If you need any excuse to justify coming to the conference next year, make this it. Get something polished so that it’s ready to submit around September next year!
|1-2-1s event listing in the #SCBWICON16 programme|
Creating a Comic Character with Lin Oliver
Comedy oozes out of Lin Oliver and she’s made a lifetime study of how to tickle the funny bone. M Louise Kelly shares some of the comedy gems she shared with us at her Sunday morning workshop.
|Lin Oliver, SCBWI founder and comic genius|
With over 350 TV writing credits to her name, including The Beverly Hillbillies, she also produces TV comedy and when not writing single authored books, she co-writes the hugely successful Hank Zipser middle grade, comic adventure stories with Henry ‘The Fonz’ Winkler.
Lin’s generous spirit also led her to co-found SCBWI in the USA many moons ago and today is the international organisation’s Executive Director and endless source of support to children’s writers everywhere. Lin had already played a full and enthusiastic role at the conference by the time she led her session on Creating a Comic Character so we already knew we were in for a treat.
|Getting inspired in the workshop L-R Elizabeth Fratarolli and Barbara Henderson|
She started by trying to get us to look at our own taste in humour and her tip for doing this was is to build your own Canon of Funny Stuff. Homework from the session was the best sort ever: go away and list all the funny writing you like, in books, TV, film, and work see if you can spot any common denominators. Yeah, that’s right, go and have a laugh…then try and figure out what’s doing the trick. We’re all different. One person’s side-splitting slapstick might set another person’s teeth grinding. Farce with its mayhem from multiple misunderstandings might have some hooting, while others twitch with incredulity that anyone could be so dumb. For some the laughs come from seeing the pompous guy get his comeuppance… oh, come on, EVERYBODY finds that funny, right? What ever it is that tickles you, use that. Her years in the writers room, team writing TV shows had made that clear: all you’ve really got to go on is whether or not it makes you laugh. Tune in to your own comic tastes.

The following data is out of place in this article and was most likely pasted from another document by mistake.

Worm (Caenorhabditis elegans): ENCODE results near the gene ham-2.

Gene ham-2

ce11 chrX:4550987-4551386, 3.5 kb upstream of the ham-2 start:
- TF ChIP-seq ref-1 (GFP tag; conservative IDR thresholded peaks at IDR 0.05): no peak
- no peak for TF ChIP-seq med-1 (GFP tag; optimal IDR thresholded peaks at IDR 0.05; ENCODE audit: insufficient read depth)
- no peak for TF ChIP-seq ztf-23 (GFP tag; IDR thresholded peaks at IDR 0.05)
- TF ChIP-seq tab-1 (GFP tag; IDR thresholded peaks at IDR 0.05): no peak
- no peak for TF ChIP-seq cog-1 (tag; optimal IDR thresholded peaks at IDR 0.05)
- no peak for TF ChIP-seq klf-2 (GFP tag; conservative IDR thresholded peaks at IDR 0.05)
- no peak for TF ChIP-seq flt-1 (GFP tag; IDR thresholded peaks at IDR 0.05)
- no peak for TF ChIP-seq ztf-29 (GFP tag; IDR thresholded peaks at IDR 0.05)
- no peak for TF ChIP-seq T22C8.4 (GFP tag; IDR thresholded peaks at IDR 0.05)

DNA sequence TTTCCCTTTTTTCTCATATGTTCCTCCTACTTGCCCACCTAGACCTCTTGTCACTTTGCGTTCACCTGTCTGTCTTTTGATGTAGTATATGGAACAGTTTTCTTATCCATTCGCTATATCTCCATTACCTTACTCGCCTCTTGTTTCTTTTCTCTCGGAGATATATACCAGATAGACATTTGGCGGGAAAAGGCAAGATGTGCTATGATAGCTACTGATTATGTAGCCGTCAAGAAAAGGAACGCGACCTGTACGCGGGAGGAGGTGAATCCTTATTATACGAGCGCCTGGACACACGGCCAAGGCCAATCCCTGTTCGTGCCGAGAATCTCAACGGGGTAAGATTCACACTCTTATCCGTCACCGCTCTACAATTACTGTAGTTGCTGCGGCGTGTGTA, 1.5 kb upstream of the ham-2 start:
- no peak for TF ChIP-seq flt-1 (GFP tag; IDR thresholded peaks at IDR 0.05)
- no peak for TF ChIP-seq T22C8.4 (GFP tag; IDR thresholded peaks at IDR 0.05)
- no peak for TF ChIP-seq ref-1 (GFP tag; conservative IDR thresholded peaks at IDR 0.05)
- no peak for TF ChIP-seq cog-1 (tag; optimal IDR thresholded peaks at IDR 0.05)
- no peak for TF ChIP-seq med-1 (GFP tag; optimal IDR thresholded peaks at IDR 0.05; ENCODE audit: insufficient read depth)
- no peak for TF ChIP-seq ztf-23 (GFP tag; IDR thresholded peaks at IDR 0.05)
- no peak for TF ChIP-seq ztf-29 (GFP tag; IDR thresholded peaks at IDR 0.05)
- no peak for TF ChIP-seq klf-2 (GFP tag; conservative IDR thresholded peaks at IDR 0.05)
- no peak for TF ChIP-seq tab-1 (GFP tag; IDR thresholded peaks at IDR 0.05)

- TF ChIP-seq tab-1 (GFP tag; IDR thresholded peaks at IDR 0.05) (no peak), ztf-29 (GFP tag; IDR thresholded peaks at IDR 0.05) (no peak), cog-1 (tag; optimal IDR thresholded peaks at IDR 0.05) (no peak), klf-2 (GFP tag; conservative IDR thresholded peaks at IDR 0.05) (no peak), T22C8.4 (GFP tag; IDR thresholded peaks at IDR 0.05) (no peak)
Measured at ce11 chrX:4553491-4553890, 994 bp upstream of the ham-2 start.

|Event Programme Entry|
So, for Lin what makes good comedy? A comic situation is a handy place to start. Her ears are attuned to them and The Hook winner, Justin Davies’s pitch for his middle grade adventure Monsters: Missing in Action had certainly got her antennae twitching. Justin’s story of a girl who is sent to live with her uncle…who has an employment agency for monsters is the perfect comic premise. It just makes you say ‘Oh what could possibly go wrong?’, doesn’t it? Having this as a starting point means you’re not pushing uphill, says Lin, there are a thousand situations that can flow naturally from the starting point you’ve created and you can let your imagination fly.
|Comedy is a serious business. Lin Oliver giving us the golden rules.|
Across the two hours of the workshop, she gave us a dozen other golden tips about creating comedy and told us about taking risks, avoiding sentimentality and looking discomfort straight in the eye but the thing she kept coming back to was that all of this is only sustainable if there’s compassion at its centre. You can put your characters through hell but make sure your comedy has a heart and you’ll keep your audience onside and rolling round in the aisles.
|L-R M Louise Kelly, Lin Oliver, Natascha Biebow: Cartoon mode.|
She was also keen to get us listening well. Tuning in to how people say things, as well as what they say, is also key because comedy is all about rhythm and timing—
[Ed: you’re out of space…gotta cut it here, sorry
MLK: but, but… I haven’t got to the good bit yet.
Ed: no really, timing, dahling, You gotta work on your timing.]
Photo Credit: Max Blinkhorn